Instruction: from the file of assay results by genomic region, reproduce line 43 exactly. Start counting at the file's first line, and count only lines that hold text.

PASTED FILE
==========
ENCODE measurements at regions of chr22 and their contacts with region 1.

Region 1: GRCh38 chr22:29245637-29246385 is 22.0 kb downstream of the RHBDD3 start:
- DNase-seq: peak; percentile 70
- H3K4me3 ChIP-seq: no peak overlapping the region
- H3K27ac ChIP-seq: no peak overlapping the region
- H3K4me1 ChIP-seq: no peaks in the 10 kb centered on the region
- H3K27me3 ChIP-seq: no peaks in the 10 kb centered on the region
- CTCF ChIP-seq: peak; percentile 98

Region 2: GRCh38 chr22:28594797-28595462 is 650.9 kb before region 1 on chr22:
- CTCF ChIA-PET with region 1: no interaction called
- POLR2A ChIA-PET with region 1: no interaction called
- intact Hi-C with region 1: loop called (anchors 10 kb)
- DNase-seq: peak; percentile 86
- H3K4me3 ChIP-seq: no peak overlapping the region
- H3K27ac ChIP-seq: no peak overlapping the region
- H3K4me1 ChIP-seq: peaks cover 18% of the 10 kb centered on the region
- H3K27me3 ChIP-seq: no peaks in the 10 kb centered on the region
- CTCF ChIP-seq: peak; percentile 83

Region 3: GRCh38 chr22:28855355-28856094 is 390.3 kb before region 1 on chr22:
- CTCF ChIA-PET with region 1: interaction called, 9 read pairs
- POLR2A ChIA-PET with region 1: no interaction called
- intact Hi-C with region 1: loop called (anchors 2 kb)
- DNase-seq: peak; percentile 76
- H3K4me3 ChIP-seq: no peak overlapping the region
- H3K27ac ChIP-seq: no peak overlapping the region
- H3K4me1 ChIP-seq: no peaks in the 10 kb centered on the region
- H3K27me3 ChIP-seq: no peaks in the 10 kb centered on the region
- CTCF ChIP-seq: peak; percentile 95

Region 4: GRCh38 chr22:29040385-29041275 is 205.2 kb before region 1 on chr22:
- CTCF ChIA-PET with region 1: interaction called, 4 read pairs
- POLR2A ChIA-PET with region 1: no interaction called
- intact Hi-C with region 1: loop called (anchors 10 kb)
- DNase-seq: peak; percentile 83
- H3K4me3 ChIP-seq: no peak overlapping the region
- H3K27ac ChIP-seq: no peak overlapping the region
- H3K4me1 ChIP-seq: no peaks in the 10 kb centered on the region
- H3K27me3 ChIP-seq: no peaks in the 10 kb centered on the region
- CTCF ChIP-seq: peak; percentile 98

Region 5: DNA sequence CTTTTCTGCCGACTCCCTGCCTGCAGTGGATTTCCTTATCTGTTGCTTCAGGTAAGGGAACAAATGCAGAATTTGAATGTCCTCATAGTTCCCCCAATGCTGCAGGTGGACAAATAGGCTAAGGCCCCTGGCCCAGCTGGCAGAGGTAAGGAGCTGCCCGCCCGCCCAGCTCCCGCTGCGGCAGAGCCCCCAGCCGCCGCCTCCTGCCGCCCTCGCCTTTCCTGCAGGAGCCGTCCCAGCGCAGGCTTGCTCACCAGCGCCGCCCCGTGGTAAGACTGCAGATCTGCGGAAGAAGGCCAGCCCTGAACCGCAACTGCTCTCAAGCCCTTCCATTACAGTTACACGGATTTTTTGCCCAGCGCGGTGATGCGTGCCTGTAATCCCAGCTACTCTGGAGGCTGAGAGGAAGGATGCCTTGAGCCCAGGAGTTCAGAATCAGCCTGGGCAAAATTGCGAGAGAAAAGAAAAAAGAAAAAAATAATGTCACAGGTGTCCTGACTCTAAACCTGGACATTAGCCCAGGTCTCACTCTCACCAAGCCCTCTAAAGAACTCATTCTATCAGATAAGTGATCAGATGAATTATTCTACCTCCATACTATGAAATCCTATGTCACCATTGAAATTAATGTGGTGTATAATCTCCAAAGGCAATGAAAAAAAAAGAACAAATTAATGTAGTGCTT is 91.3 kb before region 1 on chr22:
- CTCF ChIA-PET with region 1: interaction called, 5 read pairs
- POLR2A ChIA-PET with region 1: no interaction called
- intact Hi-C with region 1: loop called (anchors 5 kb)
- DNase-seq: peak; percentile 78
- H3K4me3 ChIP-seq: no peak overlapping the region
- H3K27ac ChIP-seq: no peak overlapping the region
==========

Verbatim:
- DNase-seq: peak; percentile 78